Earlier this year I attended a Lunch Bytes conference at Haus der Kulturen der Welt in Berlin. (HKW generally puts on fantastic conferences at reasonable costs, and as such, is worth checking out). Also at the conference were vis-com-des people Sophie Dyer and Solveig Suess. The conference was a summary of other various symposia that have taken place under the Lunch Bytes banner (an initiative of the Goethe Institute) on the topic of Post-Internet Art. This is a highly contested term, and rather than try to write up what everyone said, (you can see the videos of the presentations here), I asked if Sophie and Solveig would be interested in exchanging questions and answers from the conference. They generously agreed, and that exchange can be read below.
In the spirit of inter-institutional caring and sharing:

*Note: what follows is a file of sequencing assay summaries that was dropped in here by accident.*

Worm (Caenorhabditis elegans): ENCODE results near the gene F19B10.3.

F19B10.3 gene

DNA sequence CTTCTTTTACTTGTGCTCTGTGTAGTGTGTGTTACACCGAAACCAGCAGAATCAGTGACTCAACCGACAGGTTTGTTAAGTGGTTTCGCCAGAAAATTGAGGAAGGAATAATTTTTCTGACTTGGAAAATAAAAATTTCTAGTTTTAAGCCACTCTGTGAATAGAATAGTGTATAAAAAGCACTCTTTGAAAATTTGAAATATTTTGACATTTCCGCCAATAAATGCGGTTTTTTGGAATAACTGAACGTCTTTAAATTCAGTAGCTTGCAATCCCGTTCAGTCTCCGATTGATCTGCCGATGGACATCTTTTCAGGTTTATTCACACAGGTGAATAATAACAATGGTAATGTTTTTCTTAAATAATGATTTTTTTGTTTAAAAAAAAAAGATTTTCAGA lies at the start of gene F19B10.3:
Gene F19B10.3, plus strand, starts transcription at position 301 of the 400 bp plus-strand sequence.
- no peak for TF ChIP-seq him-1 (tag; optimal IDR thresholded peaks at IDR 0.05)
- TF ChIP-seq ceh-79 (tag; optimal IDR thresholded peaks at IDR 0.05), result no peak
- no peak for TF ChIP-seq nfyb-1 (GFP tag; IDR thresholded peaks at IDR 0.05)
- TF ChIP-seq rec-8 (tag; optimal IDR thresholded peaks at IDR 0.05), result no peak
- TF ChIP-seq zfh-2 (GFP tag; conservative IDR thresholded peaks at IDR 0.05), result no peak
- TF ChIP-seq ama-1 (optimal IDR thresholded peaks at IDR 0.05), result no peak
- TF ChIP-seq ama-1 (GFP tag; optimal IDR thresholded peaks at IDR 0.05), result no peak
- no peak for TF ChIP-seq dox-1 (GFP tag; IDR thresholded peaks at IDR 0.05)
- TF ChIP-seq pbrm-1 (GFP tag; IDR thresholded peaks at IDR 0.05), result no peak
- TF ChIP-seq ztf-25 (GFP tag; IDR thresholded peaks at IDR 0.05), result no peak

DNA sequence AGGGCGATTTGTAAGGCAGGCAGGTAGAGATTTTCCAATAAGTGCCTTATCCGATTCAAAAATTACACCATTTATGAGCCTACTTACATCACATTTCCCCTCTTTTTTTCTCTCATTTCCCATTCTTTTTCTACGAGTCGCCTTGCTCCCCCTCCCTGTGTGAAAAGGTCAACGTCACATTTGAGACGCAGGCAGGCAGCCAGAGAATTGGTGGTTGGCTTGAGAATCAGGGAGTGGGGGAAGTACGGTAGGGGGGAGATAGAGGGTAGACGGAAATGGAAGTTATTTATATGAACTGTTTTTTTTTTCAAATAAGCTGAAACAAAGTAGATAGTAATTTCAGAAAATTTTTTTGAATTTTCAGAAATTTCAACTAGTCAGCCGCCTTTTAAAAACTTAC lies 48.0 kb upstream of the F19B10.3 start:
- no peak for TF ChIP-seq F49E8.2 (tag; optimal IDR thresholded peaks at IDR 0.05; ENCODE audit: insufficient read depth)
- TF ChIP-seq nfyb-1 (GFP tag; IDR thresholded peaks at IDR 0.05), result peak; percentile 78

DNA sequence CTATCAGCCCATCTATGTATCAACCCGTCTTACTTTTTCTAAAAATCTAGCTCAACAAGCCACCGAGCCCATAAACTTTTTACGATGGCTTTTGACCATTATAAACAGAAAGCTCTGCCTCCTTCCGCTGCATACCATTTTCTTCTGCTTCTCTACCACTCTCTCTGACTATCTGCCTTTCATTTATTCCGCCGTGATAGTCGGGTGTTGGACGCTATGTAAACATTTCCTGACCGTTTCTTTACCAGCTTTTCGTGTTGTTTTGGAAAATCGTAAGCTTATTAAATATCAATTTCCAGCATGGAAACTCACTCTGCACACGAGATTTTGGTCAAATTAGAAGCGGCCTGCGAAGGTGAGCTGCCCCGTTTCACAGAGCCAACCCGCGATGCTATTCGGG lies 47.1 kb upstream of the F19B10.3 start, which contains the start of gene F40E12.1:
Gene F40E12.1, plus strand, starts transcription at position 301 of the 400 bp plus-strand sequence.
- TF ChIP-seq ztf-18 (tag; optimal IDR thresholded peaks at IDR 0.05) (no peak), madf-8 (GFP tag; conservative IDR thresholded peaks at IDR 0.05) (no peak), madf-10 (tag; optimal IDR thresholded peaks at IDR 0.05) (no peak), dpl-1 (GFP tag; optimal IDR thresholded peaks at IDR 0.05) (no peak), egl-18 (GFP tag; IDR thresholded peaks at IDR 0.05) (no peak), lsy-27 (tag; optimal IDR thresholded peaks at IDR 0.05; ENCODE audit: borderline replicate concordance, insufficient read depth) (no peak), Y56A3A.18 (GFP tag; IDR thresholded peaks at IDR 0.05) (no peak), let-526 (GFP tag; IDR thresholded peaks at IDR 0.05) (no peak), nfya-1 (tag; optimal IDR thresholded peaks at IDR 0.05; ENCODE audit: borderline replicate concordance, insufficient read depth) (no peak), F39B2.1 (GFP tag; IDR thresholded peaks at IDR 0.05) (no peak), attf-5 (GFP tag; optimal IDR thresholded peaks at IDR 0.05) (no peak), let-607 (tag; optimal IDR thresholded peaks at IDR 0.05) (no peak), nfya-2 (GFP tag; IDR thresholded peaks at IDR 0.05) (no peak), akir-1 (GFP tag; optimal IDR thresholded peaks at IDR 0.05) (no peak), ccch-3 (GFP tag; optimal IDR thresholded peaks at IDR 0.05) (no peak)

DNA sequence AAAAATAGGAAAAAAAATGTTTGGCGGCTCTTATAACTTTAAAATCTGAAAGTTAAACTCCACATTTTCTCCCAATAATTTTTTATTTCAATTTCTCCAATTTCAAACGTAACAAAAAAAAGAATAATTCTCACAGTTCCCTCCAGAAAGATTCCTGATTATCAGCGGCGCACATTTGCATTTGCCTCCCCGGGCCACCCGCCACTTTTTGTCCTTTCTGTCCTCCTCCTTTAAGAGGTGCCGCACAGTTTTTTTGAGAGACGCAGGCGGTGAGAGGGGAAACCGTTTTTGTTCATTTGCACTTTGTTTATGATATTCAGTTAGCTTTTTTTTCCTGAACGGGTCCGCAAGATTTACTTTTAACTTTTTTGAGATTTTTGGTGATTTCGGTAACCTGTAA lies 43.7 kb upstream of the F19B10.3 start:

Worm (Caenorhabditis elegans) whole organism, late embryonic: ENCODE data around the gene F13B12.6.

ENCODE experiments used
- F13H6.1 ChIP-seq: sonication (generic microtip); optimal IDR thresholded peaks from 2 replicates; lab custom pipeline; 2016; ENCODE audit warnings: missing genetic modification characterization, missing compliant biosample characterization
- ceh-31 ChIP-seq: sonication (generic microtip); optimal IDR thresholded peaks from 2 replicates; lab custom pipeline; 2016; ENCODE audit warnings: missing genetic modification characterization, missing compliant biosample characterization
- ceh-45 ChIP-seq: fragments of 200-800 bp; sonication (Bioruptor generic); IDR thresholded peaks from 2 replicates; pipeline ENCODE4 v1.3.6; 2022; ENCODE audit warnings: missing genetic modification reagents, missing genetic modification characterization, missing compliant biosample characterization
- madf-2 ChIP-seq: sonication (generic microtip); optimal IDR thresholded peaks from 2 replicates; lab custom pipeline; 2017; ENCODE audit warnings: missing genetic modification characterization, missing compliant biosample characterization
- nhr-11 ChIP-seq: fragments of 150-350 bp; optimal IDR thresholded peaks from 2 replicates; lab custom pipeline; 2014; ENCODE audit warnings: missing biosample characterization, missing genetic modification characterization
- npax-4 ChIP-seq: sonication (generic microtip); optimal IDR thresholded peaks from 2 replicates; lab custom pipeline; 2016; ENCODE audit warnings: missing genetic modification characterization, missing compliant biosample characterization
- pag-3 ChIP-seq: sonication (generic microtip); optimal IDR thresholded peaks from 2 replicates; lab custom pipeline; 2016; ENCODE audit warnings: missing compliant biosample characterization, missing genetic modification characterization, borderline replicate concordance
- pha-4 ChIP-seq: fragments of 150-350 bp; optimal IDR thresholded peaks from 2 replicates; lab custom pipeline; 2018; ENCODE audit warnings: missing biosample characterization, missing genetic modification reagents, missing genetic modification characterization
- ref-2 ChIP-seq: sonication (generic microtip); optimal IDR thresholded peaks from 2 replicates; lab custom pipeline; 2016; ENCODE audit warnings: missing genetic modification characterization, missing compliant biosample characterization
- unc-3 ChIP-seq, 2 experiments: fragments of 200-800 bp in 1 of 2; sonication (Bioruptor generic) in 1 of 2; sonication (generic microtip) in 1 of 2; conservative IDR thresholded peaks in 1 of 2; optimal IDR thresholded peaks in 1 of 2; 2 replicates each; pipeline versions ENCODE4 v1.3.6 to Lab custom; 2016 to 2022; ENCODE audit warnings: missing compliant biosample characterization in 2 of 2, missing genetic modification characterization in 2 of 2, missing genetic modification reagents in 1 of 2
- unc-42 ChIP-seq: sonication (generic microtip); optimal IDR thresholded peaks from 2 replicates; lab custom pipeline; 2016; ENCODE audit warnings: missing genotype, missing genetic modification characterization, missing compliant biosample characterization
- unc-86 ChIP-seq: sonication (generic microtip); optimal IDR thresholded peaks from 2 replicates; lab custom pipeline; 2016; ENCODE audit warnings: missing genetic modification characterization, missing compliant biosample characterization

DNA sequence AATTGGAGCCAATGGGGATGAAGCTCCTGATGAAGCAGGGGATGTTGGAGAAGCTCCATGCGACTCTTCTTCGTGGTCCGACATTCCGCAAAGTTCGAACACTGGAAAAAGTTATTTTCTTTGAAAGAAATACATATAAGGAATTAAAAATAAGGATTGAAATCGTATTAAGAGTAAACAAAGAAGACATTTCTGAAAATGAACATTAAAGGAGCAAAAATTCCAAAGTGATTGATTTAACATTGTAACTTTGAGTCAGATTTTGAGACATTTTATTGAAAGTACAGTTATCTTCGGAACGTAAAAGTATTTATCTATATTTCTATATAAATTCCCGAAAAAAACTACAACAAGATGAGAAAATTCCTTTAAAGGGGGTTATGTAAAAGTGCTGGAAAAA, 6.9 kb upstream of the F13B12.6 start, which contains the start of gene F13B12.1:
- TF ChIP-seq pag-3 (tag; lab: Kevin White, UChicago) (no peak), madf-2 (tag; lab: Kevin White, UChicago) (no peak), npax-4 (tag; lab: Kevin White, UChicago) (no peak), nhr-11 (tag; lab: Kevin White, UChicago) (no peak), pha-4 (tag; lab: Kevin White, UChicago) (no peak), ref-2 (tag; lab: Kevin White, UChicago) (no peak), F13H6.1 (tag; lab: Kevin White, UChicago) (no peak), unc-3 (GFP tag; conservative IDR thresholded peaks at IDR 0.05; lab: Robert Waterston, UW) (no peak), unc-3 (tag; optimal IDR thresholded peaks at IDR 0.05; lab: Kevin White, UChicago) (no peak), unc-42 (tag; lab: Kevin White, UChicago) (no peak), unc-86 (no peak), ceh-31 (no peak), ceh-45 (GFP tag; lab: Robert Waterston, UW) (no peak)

Preview: Thursday 27th March 7pm
Exhibition Open: Friday 28th March 12 – 4pm, Saturday 29th March 12 – 4pm
The White Room project space, Tin Roof Studios. 38-40 Bellfield Street
Dundee DD1 5JD
Presenting an exhibition of work created by 3rd year Illustration Students from Duncan of Jordanstone College of Art & Design.
Come along to our show! It consists of hand printed posters and set designs for a series of imagined theatrical adaptations of plays exploring climate change, sustainability, urban planning and related social and political issues.
Exploring subjects such as:
Hydro Fracking, Gentrification, Micro-topias, Climate Activism, Nuclear waste disposal, Nuclear War, Social Housing, The melting ice caps, Surveillance, Community Gardening.
Ivan Illich is a very interesting thinker. I fully realise that starting blog posts with these kind of sentences is glib to say the least, but it’s very difficult, (in blog form and time-limit), to outline why. He’s a perceptive critic of institutions and of many of the givens of contemporary society and contemporary design. Possibly best to defer to giving a flavour of his work;this is from a text he gave at John Thackara’s Doors of Perception conference in 1996, the full link is at the bottom;